Enterprise Communications

Consumer-Grade Stops Being a Bad Word for the Enterprise

by Michael Brandenburg 29 Mar 2012
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In a recent conversation with Alcatel-Lucent about their new OpenTouch Conversation app for the iPad, a simple comment was made in passing that has stuck with me for the last several days. The suggestion was made that the iPad was the right platform for their application, providing a “consumer-quality user experience, rather than the typical enterprise one”.

It was not that long ago when “consumer-grade” was a derogatory term around professionals. Most photographers still scoff at the notion of anything other than a high-end Nikon or Canon for their work and you likely never see an auto mechanic buying tools from a discount store. Likewise, the notion of running down to the nearest big box store to purchase a network switch, router, or access point for use in the office would send shivers down the spine of most IT practitioners.

The aversion to consumer devices within many enterprises carried over into mobile devices. “Enterprise-grade” mobile devices, both smart phones and tablets, tend to focus heavily on the qualities that IT professionals care about most, management and security, at times relegating the end-user experience as a second-tier feature. Back in the days when Blackberry was at the top of the heap, its devices were highly praised for its strong management and security features, but one would be hard pressed to ever consider the user experience it delivered as anything other than utilitarian. Consumers, also known as enterprise end users, ultimately tolerated these mobile devices, largely because it was the only way to get connected to enterprise systems.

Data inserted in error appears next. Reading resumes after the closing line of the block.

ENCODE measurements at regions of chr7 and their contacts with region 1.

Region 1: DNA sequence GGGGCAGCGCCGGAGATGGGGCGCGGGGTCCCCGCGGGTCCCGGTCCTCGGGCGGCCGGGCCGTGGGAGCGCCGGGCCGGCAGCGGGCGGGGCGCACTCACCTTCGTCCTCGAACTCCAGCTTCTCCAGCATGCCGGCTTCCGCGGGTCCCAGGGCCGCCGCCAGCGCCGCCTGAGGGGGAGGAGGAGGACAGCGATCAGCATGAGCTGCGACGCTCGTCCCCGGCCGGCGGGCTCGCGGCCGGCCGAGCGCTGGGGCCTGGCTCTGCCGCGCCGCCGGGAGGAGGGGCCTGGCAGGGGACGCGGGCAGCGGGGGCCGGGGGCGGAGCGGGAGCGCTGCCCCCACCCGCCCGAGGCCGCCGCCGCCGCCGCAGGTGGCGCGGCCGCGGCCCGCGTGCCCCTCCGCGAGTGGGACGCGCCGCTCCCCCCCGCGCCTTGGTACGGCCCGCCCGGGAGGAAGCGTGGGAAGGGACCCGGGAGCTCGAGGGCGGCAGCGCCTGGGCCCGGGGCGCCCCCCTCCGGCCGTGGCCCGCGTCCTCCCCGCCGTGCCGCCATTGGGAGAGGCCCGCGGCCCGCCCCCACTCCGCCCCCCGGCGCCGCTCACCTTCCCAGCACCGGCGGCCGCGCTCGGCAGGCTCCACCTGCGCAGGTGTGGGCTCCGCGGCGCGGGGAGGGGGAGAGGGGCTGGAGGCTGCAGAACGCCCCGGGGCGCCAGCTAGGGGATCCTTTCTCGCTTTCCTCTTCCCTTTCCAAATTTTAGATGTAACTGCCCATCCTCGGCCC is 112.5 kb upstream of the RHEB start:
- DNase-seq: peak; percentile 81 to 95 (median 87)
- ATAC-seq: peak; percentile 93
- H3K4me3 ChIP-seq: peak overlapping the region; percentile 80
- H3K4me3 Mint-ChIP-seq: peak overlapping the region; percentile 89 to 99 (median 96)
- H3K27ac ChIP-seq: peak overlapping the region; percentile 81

Then came the iPhone, bringing with it a user-friendly user interface backed with solid hardware. Unlike their corporate issued Blackberries, consumers were actually willing to spring for one out of their own pocket. Enterprise management and security features were literally an afterthought for Apple, pushed to make their decidedly consumer device integrate with the corporate systems. Consumers continue to buy Apple devices by the millions, while the enterprise stalwarts Microsoft and RIM have both gone back to the drawing board to make their devices more user-friendly.

So to hear an enterprise UC vendor like Alcatel-Lucent flip the argument about consumer devices strikes a chord. The company’s iPad-first approach is a testament to the disappearing distinction between the consumer and enterprise grades.

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